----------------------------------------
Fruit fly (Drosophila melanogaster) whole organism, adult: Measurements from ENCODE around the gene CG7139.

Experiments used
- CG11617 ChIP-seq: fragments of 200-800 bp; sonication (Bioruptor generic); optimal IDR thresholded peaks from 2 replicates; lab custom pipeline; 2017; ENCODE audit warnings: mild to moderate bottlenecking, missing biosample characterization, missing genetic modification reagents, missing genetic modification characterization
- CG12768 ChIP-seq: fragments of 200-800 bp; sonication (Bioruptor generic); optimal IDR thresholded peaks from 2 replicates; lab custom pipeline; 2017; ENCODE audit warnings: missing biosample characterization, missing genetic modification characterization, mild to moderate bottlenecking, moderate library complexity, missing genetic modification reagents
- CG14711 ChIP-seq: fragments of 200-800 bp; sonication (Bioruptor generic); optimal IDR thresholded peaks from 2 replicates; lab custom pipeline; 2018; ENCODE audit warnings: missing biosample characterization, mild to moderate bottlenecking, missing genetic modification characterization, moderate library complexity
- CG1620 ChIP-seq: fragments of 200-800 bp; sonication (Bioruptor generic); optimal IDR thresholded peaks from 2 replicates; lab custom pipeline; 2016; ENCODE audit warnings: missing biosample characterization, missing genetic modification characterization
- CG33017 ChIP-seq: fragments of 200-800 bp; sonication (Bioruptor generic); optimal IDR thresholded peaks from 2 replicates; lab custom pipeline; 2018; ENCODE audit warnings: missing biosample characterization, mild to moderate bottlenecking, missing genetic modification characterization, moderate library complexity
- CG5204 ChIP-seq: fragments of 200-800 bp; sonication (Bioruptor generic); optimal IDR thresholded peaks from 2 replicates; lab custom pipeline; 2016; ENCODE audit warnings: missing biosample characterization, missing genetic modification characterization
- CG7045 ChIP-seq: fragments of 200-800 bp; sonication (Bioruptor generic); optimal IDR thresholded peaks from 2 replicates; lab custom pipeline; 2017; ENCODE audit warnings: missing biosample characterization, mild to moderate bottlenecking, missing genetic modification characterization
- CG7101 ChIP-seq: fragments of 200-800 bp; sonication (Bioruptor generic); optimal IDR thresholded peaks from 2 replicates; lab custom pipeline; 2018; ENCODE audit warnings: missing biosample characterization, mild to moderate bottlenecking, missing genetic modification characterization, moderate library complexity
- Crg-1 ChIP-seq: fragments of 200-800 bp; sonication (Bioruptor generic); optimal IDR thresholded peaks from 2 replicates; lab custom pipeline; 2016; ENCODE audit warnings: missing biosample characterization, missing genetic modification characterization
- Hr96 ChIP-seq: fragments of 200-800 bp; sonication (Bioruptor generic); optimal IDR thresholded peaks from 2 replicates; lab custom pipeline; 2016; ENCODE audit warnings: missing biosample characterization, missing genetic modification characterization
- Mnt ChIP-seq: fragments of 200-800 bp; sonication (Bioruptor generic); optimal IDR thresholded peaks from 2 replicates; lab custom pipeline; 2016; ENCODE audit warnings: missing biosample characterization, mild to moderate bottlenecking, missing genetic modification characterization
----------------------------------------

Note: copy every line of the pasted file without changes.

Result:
Fruit fly (Drosophila melanogaster) whole organism, adult: Measurements from ENCODE around the gene CG7139.

Experiments used
- CG11617 ChIP-seq: fragments of 200-800 bp; sonication (Bioruptor generic); optimal IDR thresholded peaks from 2 replicates; lab custom pipeline; 2017; ENCODE audit warnings: mild to moderate bottlenecking, missing biosample characterization, missing genetic modification reagents, missing genetic modification characterization
- CG12768 ChIP-seq: fragments of 200-800 bp; sonication (Bioruptor generic); optimal IDR thresholded peaks from 2 replicates; lab custom pipeline; 2017; ENCODE audit warnings: missing biosample characterization, missing genetic modification characterization, mild to moderate bottlenecking, moderate library complexity, missing genetic modification reagents
- CG14711 ChIP-seq: fragments of 200-800 bp; sonication (Bioruptor generic); optimal IDR thresholded peaks from 2 replicates; lab custom pipeline; 2018; ENCODE audit warnings: missing biosample characterization, mild to moderate bottlenecking, missing genetic modification characterization, moderate library complexity
- CG1620 ChIP-seq: fragments of 200-800 bp; sonication (Bioruptor generic); optimal IDR thresholded peaks from 2 replicates; lab custom pipeline; 2016; ENCODE audit warnings: missing biosample characterization, missing genetic modification characterization
- CG33017 ChIP-seq: fragments of 200-800 bp; sonication (Bioruptor generic); optimal IDR thresholded peaks from 2 replicates; lab custom pipeline; 2018; ENCODE audit warnings: missing biosample characterization, mild to moderate bottlenecking, missing genetic modification characterization, moderate library complexity
- CG5204 ChIP-seq: fragments of 200-800 bp; sonication (Bioruptor generic); optimal IDR thresholded peaks from 2 replicates; lab custom pipeline; 2016; ENCODE audit warnings: missing biosample characterization, missing genetic modification characterization
- CG7045 ChIP-seq: fragments of 200-800 bp; sonication (Bioruptor generic); optimal IDR thresholded peaks from 2 replicates; lab custom pipeline; 2017; ENCODE audit warnings: missing biosample characterization, mild to moderate bottlenecking, missing genetic modification characterization
- CG7101 ChIP-seq: fragments of 200-800 bp; sonication (Bioruptor generic); optimal IDR thresholded peaks from 2 replicates; lab custom pipeline; 2018; ENCODE audit warnings: missing biosample characterization, mild to moderate bottlenecking, missing genetic modification characterization, moderate library complexity
- Crg-1 ChIP-seq: fragments of 200-800 bp; sonication (Bioruptor generic); optimal IDR thresholded peaks from 2 replicates; lab custom pipeline; 2016; ENCODE audit warnings: missing biosample characterization, missing genetic modification characterization
- Hr96 ChIP-seq: fragments of 200-800 bp; sonication (Bioruptor generic); optimal IDR thresholded peaks from 2 replicates; lab custom pipeline; 2016; ENCODE audit warnings: missing biosample characterization, missing genetic modification characterization
- Mnt ChIP-seq: fragments of 200-800 bp; sonication (Bioruptor generic); optimal IDR thresholded peaks from 2 replicates; lab custom pipeline; 2016; ENCODE audit warnings: missing biosample characterization, mild to moderate bottlenecking, missing genetic modification characterization